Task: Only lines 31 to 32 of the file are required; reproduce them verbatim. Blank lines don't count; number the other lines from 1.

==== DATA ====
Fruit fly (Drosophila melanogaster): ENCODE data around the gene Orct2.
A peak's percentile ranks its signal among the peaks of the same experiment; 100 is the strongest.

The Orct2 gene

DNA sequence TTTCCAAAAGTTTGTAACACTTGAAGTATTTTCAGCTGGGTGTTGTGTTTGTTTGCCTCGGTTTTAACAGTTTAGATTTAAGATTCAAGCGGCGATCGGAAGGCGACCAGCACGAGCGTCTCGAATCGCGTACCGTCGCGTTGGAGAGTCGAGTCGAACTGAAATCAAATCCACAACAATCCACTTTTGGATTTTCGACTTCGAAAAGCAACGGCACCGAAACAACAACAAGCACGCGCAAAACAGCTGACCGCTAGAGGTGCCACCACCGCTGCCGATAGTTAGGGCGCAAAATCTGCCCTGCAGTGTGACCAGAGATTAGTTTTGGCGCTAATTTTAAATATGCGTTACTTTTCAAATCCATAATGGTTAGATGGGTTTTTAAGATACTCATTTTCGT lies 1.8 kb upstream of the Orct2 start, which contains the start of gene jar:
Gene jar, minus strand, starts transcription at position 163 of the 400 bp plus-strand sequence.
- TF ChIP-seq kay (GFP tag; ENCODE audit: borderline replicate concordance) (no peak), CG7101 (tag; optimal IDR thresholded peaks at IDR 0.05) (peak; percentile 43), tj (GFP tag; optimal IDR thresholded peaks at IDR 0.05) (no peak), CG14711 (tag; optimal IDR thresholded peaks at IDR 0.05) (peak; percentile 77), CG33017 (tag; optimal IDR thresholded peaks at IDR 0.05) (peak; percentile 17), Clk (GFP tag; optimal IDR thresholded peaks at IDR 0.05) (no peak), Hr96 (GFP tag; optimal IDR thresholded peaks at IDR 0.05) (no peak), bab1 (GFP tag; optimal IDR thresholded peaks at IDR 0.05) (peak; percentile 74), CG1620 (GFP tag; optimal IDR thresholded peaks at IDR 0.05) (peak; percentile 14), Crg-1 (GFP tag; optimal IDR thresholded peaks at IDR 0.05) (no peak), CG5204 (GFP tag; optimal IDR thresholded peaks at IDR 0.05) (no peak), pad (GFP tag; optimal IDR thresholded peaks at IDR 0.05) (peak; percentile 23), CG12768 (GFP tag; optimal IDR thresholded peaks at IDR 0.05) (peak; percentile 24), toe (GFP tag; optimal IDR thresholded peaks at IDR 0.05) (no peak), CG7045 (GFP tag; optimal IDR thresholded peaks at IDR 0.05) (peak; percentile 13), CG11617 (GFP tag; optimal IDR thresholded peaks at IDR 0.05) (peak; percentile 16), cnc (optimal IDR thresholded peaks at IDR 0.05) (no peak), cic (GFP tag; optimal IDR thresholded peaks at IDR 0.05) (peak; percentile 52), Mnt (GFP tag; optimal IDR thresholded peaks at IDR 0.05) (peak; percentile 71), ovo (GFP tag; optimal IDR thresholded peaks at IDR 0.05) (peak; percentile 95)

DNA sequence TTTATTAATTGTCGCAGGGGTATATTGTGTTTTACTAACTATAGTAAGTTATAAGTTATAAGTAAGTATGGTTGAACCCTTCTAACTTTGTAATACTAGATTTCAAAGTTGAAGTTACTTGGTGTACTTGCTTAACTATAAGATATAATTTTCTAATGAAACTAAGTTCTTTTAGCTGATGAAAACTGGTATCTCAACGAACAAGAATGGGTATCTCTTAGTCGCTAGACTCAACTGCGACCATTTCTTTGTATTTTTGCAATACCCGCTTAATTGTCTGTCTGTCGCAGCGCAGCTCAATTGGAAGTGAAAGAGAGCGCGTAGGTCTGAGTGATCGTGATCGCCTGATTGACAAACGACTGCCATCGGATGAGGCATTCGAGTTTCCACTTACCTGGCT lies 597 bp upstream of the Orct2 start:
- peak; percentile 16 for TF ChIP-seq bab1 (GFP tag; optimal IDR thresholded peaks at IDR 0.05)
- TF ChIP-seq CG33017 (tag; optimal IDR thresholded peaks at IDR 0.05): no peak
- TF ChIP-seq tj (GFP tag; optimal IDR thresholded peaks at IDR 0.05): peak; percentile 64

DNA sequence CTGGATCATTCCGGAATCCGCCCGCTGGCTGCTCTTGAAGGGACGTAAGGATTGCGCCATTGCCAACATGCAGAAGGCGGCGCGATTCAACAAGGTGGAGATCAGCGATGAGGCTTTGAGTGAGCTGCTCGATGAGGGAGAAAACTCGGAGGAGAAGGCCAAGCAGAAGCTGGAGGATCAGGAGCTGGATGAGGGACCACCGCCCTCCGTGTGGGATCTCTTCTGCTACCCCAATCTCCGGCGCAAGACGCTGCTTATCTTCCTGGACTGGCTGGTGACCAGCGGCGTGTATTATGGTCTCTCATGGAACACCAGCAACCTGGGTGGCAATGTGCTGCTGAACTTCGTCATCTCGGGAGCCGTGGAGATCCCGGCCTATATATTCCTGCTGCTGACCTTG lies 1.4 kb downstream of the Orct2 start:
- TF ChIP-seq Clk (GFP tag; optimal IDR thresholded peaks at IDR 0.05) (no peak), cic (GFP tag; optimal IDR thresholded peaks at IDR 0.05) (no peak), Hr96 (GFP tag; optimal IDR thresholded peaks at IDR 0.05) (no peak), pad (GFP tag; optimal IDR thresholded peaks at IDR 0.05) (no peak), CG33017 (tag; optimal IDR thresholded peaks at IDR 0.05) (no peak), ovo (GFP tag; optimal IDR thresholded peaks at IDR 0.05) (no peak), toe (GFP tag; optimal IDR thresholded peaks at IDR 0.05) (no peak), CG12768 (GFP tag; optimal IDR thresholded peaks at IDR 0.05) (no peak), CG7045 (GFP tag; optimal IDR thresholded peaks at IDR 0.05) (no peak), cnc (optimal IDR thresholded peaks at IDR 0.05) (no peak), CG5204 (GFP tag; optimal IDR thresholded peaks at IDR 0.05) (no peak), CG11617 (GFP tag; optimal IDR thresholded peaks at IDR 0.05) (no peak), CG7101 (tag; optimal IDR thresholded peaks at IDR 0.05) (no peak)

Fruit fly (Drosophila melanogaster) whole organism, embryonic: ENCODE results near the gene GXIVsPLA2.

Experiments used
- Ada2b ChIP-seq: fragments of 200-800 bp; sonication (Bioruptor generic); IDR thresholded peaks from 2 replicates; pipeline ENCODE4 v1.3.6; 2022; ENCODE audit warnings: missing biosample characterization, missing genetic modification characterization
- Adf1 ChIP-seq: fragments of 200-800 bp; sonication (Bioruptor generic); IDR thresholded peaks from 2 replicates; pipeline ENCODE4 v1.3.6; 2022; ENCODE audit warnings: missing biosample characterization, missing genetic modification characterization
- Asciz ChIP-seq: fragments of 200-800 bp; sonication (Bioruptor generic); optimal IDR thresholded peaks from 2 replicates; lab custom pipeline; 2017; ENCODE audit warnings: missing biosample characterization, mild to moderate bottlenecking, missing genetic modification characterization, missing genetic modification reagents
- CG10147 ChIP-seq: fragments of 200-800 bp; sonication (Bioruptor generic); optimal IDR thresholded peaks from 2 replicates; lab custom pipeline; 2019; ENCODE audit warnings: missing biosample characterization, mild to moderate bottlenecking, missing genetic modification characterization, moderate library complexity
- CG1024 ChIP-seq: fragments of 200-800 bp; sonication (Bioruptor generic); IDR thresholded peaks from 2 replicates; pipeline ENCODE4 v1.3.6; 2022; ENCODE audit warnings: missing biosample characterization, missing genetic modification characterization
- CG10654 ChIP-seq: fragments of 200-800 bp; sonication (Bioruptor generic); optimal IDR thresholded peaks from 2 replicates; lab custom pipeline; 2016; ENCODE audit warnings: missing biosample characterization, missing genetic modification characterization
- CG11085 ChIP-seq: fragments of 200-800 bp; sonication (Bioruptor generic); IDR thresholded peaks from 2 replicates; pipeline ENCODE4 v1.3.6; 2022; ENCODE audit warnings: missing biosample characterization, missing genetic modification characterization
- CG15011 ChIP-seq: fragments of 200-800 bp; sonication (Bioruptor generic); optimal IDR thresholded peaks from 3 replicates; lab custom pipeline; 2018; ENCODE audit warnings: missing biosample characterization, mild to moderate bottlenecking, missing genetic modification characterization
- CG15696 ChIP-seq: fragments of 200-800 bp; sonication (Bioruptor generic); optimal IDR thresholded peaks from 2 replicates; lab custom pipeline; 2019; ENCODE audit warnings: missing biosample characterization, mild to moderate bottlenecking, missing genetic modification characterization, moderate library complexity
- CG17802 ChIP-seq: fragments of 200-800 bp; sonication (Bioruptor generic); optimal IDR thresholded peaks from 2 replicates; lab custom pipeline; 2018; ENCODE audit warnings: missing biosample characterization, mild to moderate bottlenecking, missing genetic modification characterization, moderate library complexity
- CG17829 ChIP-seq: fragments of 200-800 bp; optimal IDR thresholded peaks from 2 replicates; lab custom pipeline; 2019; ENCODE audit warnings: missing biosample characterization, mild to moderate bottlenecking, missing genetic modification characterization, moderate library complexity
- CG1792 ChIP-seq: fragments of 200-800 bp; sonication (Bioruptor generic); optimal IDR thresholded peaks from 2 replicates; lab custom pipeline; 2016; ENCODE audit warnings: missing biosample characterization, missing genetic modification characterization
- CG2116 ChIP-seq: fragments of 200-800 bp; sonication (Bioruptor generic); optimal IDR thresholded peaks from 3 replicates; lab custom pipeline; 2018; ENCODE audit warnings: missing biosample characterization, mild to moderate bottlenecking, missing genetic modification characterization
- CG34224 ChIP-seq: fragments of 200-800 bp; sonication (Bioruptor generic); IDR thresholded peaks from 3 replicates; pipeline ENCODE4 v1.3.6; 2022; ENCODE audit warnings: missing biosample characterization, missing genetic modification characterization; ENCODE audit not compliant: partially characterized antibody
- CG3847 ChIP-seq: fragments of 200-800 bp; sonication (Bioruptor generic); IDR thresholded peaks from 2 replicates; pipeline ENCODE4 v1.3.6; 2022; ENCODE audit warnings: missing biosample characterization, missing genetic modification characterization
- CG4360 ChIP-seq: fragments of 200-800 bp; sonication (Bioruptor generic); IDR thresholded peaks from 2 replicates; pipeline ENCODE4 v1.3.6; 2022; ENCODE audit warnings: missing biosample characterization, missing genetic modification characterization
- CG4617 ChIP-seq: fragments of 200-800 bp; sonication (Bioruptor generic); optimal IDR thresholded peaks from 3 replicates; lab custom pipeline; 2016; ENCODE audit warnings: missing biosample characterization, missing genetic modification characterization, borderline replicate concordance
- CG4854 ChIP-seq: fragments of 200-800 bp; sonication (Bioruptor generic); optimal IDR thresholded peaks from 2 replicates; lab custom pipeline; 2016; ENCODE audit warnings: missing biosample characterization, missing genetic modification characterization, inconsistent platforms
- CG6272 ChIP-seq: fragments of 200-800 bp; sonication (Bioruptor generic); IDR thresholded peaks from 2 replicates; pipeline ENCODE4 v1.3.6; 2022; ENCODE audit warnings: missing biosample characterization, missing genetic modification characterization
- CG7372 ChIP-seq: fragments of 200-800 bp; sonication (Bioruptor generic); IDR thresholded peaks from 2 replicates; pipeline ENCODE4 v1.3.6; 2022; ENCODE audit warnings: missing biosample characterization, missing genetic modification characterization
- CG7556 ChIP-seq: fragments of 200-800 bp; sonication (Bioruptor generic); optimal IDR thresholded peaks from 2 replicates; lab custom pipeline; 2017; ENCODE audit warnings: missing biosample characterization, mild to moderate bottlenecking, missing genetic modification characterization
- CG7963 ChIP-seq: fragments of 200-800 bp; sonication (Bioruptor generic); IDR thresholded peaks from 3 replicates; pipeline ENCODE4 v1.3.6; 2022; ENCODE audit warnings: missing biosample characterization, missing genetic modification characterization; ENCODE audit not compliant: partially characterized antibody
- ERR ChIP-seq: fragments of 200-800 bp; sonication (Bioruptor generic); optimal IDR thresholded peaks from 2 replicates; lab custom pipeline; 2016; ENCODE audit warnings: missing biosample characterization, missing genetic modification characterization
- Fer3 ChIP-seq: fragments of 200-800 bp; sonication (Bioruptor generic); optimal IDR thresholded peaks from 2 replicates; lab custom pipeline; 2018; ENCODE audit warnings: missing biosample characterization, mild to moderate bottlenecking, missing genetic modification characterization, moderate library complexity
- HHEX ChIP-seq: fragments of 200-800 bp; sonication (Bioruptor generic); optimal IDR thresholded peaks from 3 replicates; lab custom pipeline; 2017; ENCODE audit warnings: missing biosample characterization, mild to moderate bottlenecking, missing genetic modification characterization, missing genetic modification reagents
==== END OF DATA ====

- CG4617 ChIP-seq: fragments of 200-800 bp; sonication (Bioruptor generic); optimal IDR thresholded peaks from 3 replicates; lab custom pipeline; 2016; ENCODE audit warnings: missing biosample characterization, missing genetic modification characterization, borderline replicate concordance
- CG4854 ChIP-seq: fragments of 200-800 bp; sonication (Bioruptor generic); optimal IDR thresholded peaks from 2 replicates; lab custom pipeline; 2016; ENCODE audit warnings: missing biosample characterization, missing genetic modification characterization, inconsistent platforms